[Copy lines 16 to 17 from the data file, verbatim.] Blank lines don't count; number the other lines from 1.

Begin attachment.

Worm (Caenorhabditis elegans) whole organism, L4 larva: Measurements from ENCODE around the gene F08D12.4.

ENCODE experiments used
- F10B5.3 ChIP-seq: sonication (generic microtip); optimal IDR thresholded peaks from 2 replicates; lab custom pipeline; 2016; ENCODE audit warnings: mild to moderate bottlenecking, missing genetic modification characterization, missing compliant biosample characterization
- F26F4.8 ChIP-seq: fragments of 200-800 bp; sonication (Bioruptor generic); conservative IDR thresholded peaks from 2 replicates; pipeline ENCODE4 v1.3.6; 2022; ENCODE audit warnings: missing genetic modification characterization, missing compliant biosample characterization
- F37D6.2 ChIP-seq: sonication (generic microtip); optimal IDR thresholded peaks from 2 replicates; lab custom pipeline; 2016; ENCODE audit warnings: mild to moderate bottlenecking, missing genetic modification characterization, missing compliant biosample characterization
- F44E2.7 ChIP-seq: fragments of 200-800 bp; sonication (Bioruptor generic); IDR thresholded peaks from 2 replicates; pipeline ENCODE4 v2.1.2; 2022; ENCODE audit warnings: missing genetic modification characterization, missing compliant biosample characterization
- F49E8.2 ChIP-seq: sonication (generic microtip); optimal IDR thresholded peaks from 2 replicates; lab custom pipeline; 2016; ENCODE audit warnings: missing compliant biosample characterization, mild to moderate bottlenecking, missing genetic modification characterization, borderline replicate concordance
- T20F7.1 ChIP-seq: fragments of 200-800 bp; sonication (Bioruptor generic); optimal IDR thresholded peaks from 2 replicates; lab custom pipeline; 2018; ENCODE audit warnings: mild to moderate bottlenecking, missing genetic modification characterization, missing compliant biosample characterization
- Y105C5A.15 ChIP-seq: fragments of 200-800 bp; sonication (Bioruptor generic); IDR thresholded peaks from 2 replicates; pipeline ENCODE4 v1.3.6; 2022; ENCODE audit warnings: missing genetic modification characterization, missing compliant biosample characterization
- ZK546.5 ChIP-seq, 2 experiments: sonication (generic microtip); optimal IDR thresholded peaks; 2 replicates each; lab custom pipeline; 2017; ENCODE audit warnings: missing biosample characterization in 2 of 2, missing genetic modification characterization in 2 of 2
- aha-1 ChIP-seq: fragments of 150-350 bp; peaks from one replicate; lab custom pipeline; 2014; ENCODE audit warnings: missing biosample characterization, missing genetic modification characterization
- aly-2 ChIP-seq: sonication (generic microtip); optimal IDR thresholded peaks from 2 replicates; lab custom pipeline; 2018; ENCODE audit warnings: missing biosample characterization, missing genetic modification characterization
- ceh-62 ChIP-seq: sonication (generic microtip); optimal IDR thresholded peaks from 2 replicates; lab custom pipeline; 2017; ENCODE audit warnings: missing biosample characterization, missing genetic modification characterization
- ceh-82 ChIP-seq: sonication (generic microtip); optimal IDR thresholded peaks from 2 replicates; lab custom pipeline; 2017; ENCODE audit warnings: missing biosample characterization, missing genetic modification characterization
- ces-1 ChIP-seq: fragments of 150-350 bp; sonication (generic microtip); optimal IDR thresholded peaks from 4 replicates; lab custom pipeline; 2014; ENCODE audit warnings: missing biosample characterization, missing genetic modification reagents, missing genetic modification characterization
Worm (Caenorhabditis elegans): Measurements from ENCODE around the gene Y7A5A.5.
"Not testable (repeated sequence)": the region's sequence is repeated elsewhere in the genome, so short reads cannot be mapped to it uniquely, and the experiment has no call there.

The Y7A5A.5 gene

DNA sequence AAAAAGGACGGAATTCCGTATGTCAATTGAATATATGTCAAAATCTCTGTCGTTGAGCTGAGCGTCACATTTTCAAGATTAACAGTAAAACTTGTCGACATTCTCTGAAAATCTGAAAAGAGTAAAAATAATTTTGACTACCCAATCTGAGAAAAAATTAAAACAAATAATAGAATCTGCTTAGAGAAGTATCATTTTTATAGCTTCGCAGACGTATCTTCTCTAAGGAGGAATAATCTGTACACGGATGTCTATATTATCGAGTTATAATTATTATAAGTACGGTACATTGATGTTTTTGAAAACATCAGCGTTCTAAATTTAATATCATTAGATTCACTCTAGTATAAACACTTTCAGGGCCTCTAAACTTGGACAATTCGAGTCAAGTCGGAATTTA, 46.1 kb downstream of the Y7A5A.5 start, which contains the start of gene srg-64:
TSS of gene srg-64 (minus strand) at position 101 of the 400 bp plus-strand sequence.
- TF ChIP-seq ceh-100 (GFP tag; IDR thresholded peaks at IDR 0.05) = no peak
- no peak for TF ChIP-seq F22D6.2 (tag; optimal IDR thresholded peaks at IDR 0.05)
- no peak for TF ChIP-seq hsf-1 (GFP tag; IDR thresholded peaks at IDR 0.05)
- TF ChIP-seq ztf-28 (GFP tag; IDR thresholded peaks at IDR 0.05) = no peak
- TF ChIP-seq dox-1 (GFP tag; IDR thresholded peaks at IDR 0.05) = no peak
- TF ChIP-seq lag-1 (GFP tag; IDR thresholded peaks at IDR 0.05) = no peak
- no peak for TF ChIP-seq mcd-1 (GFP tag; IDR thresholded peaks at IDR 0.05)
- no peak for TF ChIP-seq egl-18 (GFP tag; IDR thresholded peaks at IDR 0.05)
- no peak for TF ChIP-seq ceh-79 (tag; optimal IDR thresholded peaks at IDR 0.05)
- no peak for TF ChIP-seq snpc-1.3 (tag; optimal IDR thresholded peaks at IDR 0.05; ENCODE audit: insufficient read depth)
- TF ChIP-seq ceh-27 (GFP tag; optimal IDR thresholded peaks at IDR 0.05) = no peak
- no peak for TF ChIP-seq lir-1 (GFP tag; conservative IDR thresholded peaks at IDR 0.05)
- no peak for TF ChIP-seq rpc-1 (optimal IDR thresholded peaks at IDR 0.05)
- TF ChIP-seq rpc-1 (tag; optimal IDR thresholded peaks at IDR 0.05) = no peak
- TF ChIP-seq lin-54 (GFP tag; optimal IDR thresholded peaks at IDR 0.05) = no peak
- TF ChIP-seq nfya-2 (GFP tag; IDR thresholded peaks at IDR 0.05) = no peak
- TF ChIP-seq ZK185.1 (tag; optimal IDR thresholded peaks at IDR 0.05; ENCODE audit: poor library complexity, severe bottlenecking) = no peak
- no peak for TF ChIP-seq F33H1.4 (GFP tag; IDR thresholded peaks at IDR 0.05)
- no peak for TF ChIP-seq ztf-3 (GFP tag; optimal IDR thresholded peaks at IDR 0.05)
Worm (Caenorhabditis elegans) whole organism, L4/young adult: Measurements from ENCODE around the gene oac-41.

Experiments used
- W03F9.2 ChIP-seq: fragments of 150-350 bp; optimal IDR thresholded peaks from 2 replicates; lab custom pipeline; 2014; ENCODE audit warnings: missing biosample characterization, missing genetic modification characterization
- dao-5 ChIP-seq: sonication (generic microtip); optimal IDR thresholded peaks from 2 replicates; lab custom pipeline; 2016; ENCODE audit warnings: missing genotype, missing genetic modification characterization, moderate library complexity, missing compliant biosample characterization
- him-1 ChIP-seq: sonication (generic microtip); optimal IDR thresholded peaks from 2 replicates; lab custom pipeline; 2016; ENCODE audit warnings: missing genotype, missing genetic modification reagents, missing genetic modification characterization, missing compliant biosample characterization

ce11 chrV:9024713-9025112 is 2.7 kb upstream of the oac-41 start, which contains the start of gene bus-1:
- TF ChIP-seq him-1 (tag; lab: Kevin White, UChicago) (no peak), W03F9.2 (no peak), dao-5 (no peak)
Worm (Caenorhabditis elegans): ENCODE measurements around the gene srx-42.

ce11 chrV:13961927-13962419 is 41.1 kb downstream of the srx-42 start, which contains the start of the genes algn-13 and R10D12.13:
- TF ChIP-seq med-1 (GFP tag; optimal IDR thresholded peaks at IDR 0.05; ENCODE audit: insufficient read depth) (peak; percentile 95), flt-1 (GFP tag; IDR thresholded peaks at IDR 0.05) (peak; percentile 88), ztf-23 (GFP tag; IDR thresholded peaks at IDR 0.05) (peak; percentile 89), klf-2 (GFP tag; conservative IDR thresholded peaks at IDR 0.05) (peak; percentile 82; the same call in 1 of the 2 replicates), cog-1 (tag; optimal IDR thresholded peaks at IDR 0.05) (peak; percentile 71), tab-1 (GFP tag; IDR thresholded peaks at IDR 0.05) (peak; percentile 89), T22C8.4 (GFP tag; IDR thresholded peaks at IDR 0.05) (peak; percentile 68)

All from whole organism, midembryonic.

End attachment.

Worm (Caenorhabditis elegans): Measurements from ENCODE around the gene Y7A5A.5.
"Not testable (repeated sequence)": the region's sequence is repeated elsewhere in the genome, so short reads cannot be mapped to it uniquely, and the experiment has no call there.